When A Farm Out Job Goes Wrong

Posted on January 29, 2014 by - Also by this author

Make sure you know who you farm orders to.
A couple of weeks ago, we ran into a big problem when something went wrong on a simple brake job on one of our buses. We had a pickup to make it in the morning from a cruise ship. It became apparent about 9 p.m. the night before that we could not complete the needed repairs.

I began calling my usual farm-out companies in the Los Angeles area without success.  I remembered that during the month of December, one of our dispatchers had farmed a job out to VIP Tours of California. They didn’t go through the normal procedures of becoming an affiliate because we were in a rush and I was on vacation. However, it seemed that all had gone well and I took a long shot and called to see if they had a party bus to pick my group up in the morning. They said yes!

During the process of giving them all the information, red flags were popping up everywhere. However, I was desperate and wanted to believe they could help me. They wanted a copy of my credit card and my signature. I told them I would send them a PDF in a few minutes. They said, “No, fax only.” Say what? Who uses a fax anymore? But, they did say they would handle the job. I was instructed by Mike to call Henry in the morning and fax over the required documents. I faxed as instructed in the morning. I called to make sure Henry got it. Guess what? Henry wasn’t even scheduled to work that day!

I wanted to confirm that my paperwork was received and that my group would be picked up. I was assured all would be fine. All was not fine.

I soon received a call from my client. She was as angry as a hornet. She said the bus wasn’t anything at all like a party bus. She said the driver had no paperwork, had no idea where he was going, and was very confused. When she continued questioning the driver, he finally produced paperwork showing the price that I was charged by VIP.  Anyone in this business knows that on a Farm-Out/Farm-In you never, ever, ever, under any circumstances share that information. The driver then told her that I requested the cheapest bus available. Now, anyone that know me and reads my magazine columns or weekly blog would know that statement would never come out of my mouth.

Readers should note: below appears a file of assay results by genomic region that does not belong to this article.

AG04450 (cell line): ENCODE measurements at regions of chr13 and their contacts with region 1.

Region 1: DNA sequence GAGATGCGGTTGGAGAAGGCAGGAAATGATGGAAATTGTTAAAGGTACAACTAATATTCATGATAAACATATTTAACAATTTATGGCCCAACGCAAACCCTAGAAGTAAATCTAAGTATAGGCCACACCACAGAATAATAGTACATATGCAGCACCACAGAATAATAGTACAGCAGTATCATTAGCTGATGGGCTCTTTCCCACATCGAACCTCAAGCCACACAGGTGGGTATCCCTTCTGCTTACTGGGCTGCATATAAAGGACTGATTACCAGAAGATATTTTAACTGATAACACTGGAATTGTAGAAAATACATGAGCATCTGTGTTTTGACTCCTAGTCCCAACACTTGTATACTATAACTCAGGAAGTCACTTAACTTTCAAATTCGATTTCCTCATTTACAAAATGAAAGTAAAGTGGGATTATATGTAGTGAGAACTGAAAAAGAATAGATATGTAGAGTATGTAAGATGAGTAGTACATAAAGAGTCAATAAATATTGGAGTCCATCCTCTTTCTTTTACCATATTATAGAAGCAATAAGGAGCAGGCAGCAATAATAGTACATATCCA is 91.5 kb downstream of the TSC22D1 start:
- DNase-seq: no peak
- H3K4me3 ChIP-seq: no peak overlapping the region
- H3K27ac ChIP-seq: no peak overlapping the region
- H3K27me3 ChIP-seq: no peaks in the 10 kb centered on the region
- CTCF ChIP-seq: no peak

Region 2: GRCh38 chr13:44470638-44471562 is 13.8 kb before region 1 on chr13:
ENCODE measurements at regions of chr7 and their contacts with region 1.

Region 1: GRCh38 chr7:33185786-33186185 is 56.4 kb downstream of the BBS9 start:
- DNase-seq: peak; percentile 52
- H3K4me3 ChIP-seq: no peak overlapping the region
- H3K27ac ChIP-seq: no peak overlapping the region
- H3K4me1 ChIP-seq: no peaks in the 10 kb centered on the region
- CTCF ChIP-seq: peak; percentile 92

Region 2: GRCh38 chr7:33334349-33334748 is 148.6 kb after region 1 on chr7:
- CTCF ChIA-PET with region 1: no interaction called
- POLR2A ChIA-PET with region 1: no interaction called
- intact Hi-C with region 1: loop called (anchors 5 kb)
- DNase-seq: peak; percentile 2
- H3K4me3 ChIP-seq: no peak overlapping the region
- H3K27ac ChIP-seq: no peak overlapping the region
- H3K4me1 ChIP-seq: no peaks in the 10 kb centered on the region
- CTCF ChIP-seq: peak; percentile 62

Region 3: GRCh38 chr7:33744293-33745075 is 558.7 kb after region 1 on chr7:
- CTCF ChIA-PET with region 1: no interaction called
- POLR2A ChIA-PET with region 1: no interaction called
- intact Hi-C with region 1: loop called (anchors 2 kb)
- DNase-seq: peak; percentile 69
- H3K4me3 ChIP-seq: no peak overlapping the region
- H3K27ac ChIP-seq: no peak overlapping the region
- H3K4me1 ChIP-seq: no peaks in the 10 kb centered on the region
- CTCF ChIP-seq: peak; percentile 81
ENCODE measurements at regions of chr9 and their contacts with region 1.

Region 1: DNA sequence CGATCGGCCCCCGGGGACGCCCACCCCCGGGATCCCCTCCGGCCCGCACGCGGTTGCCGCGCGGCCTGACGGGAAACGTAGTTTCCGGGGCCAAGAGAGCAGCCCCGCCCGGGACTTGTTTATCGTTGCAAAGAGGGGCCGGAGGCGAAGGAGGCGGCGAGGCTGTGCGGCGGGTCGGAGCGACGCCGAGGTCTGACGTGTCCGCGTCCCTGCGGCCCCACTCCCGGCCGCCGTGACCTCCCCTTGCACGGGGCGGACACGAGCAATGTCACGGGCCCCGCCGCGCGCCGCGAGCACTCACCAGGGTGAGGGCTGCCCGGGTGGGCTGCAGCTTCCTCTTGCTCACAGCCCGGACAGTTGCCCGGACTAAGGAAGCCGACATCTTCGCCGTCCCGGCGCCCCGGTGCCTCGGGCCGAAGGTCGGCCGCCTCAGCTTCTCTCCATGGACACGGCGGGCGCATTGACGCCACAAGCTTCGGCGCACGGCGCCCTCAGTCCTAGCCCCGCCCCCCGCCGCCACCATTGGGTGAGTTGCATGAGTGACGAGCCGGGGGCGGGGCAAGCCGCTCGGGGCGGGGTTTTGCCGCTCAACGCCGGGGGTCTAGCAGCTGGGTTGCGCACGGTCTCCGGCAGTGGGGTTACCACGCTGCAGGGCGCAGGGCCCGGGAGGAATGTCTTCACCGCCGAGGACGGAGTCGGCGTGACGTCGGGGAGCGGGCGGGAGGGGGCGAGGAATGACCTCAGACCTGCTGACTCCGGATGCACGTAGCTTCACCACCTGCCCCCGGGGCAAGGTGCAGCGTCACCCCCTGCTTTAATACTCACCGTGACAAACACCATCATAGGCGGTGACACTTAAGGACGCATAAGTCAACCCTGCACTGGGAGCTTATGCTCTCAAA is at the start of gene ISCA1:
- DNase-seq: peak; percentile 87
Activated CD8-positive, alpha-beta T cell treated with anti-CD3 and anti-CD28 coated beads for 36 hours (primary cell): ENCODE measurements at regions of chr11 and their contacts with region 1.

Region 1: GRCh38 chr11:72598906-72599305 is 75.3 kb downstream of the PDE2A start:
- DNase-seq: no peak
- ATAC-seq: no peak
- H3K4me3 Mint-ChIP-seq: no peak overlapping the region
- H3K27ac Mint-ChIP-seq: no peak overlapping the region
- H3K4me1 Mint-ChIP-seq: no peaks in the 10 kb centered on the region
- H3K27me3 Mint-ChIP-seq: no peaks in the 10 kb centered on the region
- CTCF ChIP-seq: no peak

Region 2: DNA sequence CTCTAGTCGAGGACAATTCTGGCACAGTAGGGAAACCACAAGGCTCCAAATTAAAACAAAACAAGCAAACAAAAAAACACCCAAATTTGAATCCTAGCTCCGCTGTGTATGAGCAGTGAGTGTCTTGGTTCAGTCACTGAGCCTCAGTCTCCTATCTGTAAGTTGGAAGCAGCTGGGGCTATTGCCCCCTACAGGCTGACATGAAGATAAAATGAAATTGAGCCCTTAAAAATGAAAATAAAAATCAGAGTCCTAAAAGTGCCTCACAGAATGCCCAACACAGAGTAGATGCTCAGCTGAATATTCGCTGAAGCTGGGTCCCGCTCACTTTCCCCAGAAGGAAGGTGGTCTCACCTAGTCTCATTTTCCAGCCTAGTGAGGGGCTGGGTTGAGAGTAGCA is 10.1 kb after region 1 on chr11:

The clients had to place their luggage in the center aisle of the bus. This would create a serious safety problem if they had to evacuate the bus in a hurry. The client continued to call me to express her disgust and dissatisfaction. There was nothing I could do. Ultimately, I ended up refunding her money and taking it the shorts to preserve our good name.

To add insult to injury, I called on Monday to speak to a manager about the overall experience. He took my name and phone number and promised to get back to me with a resolution. I’ve never heard from him again and he won’t hear from me again. I thought I would share my story to remind you not to farm-out to people you don’t know and specially ones you know engage in poor practices.

― Jim Luff, LCT contributing editor

View comments or post a comment on this story. (1 Comment)

More LCT Blog Blog Posts

August 16, 2017

Don’t Let Poor Grammar, Spelling, And Punctuation Ruin Your Image

You are what you write. Make sure you leave a good business impression, especially on social media.

August 8, 2017

Behind The Screens: Why Face Time Matters

Computers and smartphones have conditioned us to text and email our way through life. Here’s how Millennials and managers can work together to break the habit.

July 31, 2017

Let's Not Make AI The New Y2K Scare

Machines will not take away all of our jobs any more than the Y2K scare ushered in Armageddon.

July 25, 2017

"Does No Smoking Mean Weed Too?"

What's the response to that question now that more states are legalizing recreational use of marijuana?

July 18, 2017

Getting It Wrong On Uber’s Return To Austin

See Exhibit A on the misleading spin the limousine industry faces when exposing the unfairness of TNCs.

See More

Facebook Comments ()

Comments (1)

Post a Comment



See More

LCT Store

LCT Magazine - August 2017 $12.95 MILLENNIALS/FAST 40 ISSUE COVER STORY: * How to Score & Keep The Best Young Talent * *


Experience the three annual industry events for networking for business, showcasing vehicles and products, and getting the tools for success.

Read About Your Region

What’s Happening Near You?
Click on any state to see the latest industry news and events in that region.

More From The World's Largest Fleet Publisher

Automotive Fleet

The Car and truck fleet and leasing management magazine

Business Fleet

managing 10-50 company vehicles

Fleet Financials

Executive vehicle management

Government Fleet

managing public sector vehicles & equipment



Work Truck Magazine

The number 1 resource for vocational truck fleets

Metro Magazine

Serving the bus and passenger rail industries for more than a century

Schoolbus Fleet

Serving school transportation professionals in the U.S. and Canada

Please sign in or register to .    Close